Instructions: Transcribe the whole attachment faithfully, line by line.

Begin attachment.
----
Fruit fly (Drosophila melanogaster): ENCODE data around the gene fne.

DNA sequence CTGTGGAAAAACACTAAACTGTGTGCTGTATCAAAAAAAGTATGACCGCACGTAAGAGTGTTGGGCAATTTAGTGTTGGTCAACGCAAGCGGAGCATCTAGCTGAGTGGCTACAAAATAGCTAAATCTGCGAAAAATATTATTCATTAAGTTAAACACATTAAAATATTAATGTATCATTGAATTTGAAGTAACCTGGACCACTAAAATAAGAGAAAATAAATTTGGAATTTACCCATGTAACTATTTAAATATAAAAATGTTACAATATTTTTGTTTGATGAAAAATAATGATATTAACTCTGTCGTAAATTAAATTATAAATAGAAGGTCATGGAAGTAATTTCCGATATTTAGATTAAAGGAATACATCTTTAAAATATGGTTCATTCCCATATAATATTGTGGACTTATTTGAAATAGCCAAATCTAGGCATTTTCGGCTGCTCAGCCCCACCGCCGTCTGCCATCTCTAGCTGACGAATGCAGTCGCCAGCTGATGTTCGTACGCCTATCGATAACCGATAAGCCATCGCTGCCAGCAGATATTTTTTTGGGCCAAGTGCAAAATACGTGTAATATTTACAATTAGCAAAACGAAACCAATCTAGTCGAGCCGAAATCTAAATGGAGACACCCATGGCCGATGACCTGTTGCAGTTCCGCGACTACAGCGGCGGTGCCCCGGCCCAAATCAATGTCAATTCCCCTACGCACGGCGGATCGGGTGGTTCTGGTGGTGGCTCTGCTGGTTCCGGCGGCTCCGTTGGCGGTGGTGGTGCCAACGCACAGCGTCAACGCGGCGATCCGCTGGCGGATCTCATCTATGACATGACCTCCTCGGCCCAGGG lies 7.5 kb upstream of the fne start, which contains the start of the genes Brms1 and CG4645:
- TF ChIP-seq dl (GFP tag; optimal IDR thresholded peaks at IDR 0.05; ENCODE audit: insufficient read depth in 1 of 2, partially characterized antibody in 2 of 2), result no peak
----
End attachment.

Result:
Fruit fly (Drosophila melanogaster): ENCODE data around the gene fne.

DNA sequence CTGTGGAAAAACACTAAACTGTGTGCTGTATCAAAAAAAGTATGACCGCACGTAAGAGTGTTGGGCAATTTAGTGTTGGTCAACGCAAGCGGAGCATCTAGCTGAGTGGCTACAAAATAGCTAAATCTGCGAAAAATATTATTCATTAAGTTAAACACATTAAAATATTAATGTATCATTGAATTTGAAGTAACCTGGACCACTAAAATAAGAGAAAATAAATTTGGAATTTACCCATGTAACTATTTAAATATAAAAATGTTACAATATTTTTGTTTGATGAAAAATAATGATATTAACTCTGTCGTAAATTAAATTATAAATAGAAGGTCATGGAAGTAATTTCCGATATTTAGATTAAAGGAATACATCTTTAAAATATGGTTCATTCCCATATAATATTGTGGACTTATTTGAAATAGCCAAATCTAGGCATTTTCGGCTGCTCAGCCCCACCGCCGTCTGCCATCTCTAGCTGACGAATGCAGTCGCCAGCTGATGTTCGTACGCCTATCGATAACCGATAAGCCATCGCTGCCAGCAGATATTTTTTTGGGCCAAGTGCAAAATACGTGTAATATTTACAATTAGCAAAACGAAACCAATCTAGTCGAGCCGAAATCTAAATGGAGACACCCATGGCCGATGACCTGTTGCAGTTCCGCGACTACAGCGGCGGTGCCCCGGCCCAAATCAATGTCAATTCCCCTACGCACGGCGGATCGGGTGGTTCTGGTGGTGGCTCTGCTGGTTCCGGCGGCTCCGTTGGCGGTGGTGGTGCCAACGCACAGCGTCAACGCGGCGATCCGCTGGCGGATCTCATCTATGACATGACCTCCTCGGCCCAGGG lies 7.5 kb upstream of the fne start, which contains the start of the genes Brms1 and CG4645:
- TF ChIP-seq dl (GFP tag; optimal IDR thresholded peaks at IDR 0.05; ENCODE audit: insufficient read depth in 1 of 2, partially characterized antibody in 2 of 2), result no peak